As it has been historically stigmatized, policy perspectives viewed the informal sector as disruptive to the national economy and a hindrance to development.[44] The justifications for such criticisms include viewing the informal economy as a fraudulent activity that results in a loss of revenue from taxes, weakens unions, creates unfair competition, leads to a loss of regulatory control on the government's part, reduces observance of health and safety standards, and reduces the availability of employment benefits and rights. These characteristics have led to many nations pursuing a policy of deterrence with strict regulation and punitive procedures.[44]

In a 2004 report, the Department for Infrastructure and Economic Cooperation under SIDA explained three perspectives on the role of government and policy in relation to the informal economy.[3]

  1. Markets function efficiently on their own; government interference would only lead to inefficiency and dysfunction.
  2. The informal economy functions outside of government control, largely because those who participate wish to avoid regulation and taxation.
  3. The informal economy is enduring; suitable regulation and policies are required.

As informal economy has significant job creation and income generation potential, as well as the capacity to meet the needs of poor consumers by providing cheaper and more accessible goods and services, many stakeholders subscribe to the third perspective and support government intervention and accommodation.[3][45] Embedded in the third perspective is the significant expectation that governments will revise policies that have favored the formal sphere at the expense of informal sector.[3]

Theories of how to accommodate the informal economy argue for government policies that, recognizing the value and importance of the informal sector, regulate and restrict when necessary but generally work to improve working conditions and increase efficiency and production.[3]

The challenge for policy interventions is that so many different types of informal work exist; a solution would have to provide for a diverse range of circumstances.[36] A possible strategy would be to provide better protections and benefits to informal sector players. However, such programs could lead to a disconnect between the labor market and protections, which would not actually improve informal employment conditions.[36] In a 2014 report monitoring street vending, WIEGO suggested urban planners and local economic development strategists study the carrying capacity of areas regularly used by informal workers and deliver the urban infrastructure necessary to support the informal economy, including running water and toilets, street lights and regular electricity, and adequate shelter and storage facilities.[45] That study also called for basic legal rights and protections for informal workers, such as appropriate licensing and permit practices.[45]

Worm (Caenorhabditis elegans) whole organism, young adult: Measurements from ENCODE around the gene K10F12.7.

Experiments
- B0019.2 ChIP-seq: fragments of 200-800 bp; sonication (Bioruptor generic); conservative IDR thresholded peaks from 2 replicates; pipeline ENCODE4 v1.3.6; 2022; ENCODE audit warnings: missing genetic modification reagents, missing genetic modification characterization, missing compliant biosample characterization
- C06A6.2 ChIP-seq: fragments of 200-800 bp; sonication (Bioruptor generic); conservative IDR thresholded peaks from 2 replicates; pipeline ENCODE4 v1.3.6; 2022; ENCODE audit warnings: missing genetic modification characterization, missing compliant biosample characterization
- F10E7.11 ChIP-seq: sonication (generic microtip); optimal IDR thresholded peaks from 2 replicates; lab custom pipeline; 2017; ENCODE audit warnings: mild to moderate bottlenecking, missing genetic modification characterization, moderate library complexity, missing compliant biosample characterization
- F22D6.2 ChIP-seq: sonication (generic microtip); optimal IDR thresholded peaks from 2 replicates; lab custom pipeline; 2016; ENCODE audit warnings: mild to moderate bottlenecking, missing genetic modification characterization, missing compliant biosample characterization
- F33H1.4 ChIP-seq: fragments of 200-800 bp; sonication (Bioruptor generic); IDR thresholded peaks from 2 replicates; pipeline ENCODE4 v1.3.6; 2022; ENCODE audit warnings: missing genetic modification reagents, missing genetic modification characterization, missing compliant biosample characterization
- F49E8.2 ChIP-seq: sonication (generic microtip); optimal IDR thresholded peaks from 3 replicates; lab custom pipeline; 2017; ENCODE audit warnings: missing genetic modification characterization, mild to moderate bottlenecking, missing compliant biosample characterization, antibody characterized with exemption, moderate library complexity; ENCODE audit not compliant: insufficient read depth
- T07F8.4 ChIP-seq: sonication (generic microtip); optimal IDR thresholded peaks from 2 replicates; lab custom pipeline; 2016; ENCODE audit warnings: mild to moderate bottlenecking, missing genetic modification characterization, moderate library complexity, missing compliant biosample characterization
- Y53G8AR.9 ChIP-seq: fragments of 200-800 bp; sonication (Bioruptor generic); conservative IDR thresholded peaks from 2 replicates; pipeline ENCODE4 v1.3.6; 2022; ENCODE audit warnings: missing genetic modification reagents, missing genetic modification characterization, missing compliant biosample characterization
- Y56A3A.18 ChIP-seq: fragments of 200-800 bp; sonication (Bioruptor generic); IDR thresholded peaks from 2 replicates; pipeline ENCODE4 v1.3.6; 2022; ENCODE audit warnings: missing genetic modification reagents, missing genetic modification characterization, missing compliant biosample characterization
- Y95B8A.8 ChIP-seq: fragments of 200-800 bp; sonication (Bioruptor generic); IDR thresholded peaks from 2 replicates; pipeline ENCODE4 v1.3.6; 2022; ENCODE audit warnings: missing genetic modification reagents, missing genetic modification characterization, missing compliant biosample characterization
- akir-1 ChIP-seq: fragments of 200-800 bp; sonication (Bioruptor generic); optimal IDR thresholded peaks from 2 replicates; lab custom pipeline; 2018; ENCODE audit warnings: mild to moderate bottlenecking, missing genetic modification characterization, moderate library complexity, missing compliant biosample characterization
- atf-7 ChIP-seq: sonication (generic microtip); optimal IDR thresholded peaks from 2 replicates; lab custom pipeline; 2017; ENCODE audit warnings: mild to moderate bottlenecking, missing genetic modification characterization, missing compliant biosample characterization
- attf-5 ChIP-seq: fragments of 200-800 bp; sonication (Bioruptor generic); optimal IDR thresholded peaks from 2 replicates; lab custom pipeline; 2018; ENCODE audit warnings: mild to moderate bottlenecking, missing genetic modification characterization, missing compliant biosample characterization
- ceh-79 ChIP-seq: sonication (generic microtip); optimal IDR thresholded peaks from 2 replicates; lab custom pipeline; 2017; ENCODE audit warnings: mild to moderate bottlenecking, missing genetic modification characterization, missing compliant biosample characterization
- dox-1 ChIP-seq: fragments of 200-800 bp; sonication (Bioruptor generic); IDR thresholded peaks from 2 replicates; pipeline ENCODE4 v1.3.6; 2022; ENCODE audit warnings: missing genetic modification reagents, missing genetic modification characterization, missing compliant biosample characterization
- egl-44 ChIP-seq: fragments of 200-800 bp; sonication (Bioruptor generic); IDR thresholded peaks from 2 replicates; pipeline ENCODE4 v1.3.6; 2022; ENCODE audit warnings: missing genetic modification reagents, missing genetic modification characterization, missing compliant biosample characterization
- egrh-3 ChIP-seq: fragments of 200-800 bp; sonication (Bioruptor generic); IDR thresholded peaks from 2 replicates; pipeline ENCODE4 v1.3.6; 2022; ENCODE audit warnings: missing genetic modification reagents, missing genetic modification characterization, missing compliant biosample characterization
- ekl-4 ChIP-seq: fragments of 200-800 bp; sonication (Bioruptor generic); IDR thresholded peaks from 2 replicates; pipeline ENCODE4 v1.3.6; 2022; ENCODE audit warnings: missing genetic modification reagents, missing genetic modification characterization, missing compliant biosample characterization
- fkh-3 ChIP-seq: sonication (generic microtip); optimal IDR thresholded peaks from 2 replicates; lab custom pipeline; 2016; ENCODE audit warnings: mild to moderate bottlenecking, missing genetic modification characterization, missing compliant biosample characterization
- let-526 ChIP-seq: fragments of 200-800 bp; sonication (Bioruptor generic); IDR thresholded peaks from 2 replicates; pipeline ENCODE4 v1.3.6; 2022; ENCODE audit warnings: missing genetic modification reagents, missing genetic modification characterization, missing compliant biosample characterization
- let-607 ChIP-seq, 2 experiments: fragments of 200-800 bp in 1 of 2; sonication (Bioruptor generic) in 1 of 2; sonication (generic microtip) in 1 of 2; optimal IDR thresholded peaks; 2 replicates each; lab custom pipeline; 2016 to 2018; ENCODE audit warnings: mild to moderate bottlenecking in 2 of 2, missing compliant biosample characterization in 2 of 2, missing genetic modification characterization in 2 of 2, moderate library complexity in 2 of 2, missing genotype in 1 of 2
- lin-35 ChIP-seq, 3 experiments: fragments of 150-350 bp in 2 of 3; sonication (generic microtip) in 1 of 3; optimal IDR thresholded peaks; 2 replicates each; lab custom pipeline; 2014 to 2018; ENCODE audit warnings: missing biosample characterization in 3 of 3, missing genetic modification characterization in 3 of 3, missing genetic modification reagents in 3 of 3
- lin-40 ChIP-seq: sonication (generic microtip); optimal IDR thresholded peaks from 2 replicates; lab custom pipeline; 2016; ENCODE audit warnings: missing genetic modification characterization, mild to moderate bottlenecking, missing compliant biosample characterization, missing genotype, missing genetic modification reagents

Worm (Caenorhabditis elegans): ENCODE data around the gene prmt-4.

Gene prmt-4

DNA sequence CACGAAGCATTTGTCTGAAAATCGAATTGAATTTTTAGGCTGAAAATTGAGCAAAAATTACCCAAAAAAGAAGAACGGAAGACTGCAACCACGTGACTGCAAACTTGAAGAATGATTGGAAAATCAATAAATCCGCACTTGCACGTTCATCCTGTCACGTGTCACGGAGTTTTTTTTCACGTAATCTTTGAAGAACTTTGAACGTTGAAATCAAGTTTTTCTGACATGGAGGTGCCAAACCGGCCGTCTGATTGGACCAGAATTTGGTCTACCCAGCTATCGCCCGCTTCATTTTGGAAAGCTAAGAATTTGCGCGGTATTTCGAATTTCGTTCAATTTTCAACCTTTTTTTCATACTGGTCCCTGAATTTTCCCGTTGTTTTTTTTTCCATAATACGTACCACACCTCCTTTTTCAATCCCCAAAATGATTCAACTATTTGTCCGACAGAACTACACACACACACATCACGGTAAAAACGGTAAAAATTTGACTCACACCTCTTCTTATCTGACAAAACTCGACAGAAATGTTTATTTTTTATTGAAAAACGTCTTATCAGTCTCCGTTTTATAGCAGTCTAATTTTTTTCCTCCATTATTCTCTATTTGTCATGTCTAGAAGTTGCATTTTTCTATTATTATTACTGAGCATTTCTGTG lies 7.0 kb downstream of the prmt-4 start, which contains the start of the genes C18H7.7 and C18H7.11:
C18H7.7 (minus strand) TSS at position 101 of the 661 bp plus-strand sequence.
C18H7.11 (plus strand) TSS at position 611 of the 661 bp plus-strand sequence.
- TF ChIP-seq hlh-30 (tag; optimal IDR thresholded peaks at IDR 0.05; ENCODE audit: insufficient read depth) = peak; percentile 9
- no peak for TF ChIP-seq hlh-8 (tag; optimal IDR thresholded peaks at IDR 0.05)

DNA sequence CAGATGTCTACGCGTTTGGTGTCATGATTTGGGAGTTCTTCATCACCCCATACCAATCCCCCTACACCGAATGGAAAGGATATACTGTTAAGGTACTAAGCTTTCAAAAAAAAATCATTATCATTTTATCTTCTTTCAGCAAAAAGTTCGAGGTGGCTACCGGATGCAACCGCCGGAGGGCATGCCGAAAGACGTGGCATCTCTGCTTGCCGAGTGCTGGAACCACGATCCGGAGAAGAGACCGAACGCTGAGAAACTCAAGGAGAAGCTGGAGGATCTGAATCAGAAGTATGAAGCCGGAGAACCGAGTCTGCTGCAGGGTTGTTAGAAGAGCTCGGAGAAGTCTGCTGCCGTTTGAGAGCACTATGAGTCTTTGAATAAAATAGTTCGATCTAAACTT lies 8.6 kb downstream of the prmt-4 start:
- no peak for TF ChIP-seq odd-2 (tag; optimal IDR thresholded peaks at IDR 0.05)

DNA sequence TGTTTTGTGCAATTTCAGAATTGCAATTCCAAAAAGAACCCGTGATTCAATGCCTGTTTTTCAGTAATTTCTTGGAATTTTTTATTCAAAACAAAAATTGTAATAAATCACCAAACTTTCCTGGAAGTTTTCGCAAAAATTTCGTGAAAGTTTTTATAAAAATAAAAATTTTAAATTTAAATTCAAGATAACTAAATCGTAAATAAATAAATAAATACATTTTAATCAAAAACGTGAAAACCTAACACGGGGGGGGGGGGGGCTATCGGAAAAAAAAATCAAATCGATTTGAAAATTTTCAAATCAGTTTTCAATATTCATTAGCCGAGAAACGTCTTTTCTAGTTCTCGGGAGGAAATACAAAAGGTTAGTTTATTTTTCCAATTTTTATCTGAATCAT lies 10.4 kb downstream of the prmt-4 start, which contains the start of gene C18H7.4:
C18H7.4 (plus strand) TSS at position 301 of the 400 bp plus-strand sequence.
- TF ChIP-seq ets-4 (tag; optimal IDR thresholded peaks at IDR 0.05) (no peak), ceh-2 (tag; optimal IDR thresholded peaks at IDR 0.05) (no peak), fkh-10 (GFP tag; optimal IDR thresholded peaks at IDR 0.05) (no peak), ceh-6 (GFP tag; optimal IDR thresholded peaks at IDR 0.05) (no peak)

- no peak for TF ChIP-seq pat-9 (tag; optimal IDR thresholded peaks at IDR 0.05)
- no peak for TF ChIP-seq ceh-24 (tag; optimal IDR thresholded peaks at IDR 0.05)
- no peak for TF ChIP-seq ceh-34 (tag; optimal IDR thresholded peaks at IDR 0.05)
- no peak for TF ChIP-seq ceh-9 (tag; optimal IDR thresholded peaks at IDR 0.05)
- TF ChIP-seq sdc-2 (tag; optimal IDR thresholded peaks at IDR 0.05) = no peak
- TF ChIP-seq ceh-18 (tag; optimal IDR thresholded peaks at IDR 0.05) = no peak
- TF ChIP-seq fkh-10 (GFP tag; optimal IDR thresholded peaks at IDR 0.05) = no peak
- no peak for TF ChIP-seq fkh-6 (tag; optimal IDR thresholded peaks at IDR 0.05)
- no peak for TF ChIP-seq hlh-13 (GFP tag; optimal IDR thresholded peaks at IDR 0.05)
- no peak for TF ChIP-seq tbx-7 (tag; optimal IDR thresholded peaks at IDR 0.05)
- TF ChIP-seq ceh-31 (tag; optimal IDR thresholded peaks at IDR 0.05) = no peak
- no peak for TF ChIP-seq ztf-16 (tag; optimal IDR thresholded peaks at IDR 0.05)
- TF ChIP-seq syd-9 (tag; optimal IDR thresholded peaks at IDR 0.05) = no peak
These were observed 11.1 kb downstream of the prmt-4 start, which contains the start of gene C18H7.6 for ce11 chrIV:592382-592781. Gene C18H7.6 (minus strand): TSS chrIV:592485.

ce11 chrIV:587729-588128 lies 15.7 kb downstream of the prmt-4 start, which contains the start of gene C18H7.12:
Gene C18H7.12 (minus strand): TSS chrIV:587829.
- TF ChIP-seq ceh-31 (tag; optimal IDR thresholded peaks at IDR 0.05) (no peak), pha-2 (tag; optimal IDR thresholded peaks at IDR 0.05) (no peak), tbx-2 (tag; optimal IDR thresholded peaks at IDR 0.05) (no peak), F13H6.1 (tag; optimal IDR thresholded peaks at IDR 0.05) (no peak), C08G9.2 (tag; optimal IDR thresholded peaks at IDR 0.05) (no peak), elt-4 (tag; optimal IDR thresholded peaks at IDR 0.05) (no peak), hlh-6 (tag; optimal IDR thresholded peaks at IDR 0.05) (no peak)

An ongoing policy debate considers the value of government tax breaks for household services such cleaning, babysitting and home maintenance, with an aim to reduce the shadow economy's impact. There are currently systems in place in Sweden[46] and France[47] which offer 50 percent tax breaks for home cleaning services. There has also been debate in the UK about introducing a similar scheme, with potentially large savings for middle-class families and greater incentive for women to return to work after having children.[48] The European Union has used political measures to try and curb the shadow economy. Although no definitive solution has been established to date, the EU council has led dialogue on a platform that would combat undeclared work.[49] There has also been media coverage surrounding new e-commerce models. The debate has also discussed whether new on-demand home service businesses like Instacart and Helpling could attract workers who had previously earned ‘cash-in-hand’ within the shadow economy.

See also


  1. Dean Calbreath. "Hidden economy a hidden danger". U-T San Diego. Retrieved 4 March 2015.<templatestyles src="Module:Citation/CS1/styles.css"></templatestyles>
  2. "Economics focus: In the shadows - The Economist". The Economist. Retrieved 4 March 2015.<templatestyles src="Module:Citation/CS1/styles.css"></templatestyles>
  3. 3.00 3.01 3.02 3.03 3.04 3.05 3.06 3.07 3.08 3.09 3.10 3.11 3.12 3.13 3.14 3.15 "The Informal Economy: Fact Finding Study" (PDF). Department for Infrastructure and Economic Cooperation. Retrieved 20 November 2011.<templatestyles src="Module:Citation/CS1/styles.css"></templatestyles>
  4. 4.0 4.1 Friedrich Schneider (July 2002). "SIZE AND MEASUREMENT OF THE INFORMAL ECONOMY IN 110 COUNTRIES AROUND THE WORLD" (PDF).<templatestyles src="Module:Citation/CS1/styles.css"></templatestyles>